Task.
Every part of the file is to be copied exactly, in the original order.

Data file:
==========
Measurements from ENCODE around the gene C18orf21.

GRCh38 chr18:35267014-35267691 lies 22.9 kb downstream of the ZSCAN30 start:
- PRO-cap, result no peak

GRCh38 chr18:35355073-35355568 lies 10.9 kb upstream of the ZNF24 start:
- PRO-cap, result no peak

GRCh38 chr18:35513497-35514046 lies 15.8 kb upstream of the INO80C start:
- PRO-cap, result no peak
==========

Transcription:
Measurements from ENCODE around the gene C18orf21.

GRCh38 chr18:35267014-35267691 lies 22.9 kb downstream of the ZSCAN30 start:
- PRO-cap, result no peak

GRCh38 chr18:35355073-35355568 lies 10.9 kb upstream of the ZNF24 start:
- PRO-cap, result no peak

GRCh38 chr18:35513497-35514046 lies 15.8 kb upstream of the INO80C start:
- PRO-cap, result no peak